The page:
Macau was hoping that the holiday period would help it pick up a little, but a last-minute flare-up of COVID-19 infection in neighboring China and Guangdong Province, in particular, has quickly dried up the flow of tourists across the border. Things are back to normal, but the damage has been done with China’s annual Labor Day holidays only seeing as few as 92,400 visitors make it into the special administrative region. The three-day holiday is associated with the opportunity to bunk off across the border and hit the casinos in Macau, which has not happened.
Casinos Short of Customers for May Holiday
The first day of the holidays saw only 40,000 pass border control, followed by 26,200 daily for May 2 and May 3. The traffic was more subdued when compared to the 2021 Labor Day festivities which saw 114,000 visitors, and when COVID-19 restrictions were much tougher to overcome for the sake of recreational travel.
The lack of foot traffic was immediately felt across casino concessionaires in the special administrative region with the present numbers being a far cry from the 531,000 visitors for the 2019 Labor Day holiday. Back then, the Cotai Strip’s casino resorts were booked and visitors were happy to come. Casinos in Macau have been feeling the pressure of the pandemic and lack of travel, with their results for Q1 2022 falling 80% to 2019 numbers.
Part of this is blamed on China’s zero-COVID policy which wants to shut down entire cities for days, and often weeks if breakouts are reported. While some metropolises such as Shanghai have seen brief protests against wide-imposed sanctions, most people have complied with authorities’ requests.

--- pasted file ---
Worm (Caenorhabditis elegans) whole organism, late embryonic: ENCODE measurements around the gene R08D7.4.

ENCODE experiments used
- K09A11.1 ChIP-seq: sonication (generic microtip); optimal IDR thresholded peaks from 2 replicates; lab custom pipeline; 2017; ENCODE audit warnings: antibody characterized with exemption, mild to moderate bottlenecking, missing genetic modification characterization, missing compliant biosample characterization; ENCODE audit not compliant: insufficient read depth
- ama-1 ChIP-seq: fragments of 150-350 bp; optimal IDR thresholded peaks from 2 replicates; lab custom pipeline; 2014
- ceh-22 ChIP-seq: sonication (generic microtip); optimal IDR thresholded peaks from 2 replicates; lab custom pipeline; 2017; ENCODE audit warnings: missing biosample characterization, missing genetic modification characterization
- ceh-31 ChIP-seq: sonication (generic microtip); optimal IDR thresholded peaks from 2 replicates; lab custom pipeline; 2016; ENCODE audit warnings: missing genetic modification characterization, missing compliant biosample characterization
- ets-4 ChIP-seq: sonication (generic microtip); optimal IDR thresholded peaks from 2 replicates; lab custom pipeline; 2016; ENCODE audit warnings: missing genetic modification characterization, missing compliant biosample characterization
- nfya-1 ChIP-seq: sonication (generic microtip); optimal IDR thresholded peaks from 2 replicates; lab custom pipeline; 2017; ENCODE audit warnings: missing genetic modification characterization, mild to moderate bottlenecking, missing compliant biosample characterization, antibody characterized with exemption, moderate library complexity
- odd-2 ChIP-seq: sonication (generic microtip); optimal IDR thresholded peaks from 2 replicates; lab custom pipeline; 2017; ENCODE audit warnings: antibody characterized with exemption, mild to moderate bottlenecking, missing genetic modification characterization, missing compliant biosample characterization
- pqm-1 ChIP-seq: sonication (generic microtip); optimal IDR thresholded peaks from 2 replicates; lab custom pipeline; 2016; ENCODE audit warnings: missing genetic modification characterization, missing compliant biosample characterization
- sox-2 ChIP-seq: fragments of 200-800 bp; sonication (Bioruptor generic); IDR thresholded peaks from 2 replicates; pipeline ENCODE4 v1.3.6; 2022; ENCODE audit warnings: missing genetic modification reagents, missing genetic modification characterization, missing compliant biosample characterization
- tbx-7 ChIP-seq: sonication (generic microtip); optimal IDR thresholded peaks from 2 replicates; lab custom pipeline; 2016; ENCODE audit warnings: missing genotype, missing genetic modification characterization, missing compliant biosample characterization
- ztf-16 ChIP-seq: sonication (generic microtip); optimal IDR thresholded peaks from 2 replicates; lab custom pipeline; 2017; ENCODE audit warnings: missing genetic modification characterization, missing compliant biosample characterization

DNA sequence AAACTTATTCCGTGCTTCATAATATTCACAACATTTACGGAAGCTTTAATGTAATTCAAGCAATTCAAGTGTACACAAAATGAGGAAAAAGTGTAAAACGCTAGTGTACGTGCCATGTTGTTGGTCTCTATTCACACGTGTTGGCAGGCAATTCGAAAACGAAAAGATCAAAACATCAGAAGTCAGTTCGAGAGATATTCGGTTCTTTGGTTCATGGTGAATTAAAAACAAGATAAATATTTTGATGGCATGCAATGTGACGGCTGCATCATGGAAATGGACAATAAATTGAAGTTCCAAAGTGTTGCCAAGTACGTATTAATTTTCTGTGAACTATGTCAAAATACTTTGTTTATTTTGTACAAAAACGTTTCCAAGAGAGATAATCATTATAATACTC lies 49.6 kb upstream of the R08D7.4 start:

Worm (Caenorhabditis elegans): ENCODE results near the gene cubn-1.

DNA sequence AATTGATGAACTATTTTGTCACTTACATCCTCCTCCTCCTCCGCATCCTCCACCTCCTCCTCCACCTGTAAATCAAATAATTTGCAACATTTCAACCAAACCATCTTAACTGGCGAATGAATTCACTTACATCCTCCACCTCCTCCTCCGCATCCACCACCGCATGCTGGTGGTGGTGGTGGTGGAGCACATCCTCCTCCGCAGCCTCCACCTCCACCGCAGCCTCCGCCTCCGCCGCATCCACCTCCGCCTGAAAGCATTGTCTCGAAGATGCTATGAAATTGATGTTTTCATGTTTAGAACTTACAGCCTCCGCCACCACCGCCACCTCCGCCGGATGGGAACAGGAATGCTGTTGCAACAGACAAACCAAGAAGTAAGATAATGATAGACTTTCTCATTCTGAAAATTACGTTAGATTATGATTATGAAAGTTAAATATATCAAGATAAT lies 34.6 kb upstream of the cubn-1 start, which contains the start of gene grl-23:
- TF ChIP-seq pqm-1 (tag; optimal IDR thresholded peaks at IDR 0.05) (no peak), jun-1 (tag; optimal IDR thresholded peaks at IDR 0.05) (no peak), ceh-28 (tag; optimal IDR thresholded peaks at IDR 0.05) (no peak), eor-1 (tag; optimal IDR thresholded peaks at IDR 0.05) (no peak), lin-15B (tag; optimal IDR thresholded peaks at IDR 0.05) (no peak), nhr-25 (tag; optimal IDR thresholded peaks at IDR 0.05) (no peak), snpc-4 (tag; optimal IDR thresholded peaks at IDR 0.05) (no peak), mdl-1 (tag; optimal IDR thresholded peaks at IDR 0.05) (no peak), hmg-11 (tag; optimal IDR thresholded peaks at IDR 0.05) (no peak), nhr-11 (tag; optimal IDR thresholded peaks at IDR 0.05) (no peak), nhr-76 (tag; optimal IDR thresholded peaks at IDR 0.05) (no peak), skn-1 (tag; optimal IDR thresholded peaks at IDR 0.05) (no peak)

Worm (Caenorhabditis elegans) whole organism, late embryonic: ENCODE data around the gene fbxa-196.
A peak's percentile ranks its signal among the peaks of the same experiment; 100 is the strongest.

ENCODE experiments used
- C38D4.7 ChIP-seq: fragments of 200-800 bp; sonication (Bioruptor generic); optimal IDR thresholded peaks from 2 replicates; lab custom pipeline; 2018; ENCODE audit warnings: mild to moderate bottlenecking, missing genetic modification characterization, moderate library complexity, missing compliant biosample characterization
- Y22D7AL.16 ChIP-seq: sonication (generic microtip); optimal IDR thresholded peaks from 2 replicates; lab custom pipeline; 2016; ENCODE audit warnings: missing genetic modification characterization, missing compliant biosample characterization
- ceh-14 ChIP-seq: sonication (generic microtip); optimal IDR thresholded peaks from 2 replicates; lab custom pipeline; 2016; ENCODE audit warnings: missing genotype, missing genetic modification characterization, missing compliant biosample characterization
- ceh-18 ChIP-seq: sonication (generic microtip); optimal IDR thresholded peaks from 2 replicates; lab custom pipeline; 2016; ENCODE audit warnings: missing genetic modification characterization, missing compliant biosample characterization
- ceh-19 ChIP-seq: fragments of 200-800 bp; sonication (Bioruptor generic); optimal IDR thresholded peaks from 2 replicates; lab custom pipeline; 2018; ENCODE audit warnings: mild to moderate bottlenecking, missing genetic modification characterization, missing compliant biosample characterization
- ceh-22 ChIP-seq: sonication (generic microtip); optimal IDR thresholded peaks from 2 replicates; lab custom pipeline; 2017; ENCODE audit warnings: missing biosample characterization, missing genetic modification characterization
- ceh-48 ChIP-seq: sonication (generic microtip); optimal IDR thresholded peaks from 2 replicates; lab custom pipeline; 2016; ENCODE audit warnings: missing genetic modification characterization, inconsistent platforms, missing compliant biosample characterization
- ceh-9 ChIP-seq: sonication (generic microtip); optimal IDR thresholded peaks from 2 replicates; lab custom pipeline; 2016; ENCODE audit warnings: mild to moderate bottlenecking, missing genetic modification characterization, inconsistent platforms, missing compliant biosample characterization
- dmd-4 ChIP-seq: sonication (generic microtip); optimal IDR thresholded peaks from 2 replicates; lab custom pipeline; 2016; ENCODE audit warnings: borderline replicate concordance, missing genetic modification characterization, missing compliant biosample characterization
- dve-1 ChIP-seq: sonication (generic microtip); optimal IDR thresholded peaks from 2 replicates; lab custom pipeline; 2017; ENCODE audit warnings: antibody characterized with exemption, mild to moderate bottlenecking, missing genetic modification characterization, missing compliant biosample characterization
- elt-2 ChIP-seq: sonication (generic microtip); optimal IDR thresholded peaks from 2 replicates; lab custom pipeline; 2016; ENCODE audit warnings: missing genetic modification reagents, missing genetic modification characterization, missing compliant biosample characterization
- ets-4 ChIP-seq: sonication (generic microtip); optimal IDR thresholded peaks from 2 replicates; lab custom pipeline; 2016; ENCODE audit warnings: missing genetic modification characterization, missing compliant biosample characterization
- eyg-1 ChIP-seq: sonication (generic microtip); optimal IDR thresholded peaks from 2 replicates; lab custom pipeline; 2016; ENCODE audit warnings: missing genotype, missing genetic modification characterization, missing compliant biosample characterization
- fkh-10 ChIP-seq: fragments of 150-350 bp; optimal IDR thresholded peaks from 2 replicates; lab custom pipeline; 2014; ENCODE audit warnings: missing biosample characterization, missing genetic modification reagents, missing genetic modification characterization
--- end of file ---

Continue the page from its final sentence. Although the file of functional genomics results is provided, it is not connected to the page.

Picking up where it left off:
But zero-COVID means that travel is greatly impeded across the republic and people are hard-pressed to get to Macau, or anywhere else for this matter. Vitaly Umansky, a Sanford C. Bernstein analyst, noted that April results weren’t too bad given the pent-up demand for gambling and change in border controls, but still, results were subdued.
May Should Change Things
This should change soon enough with May expected to be a much better month for gaming in the enclave. More analysts have pitched in to argue that May’s results will in all likelihood be much better. JPMorgan analysts DS Kim, Livy Lyu, and Amanda Cheng even argued that the numbers during the Labor Day holiday weren’t so bad given how difficult traveling in the country still is.
Better times are coming for Macau, despite the ordeals the special administrative region and its casinos have faced.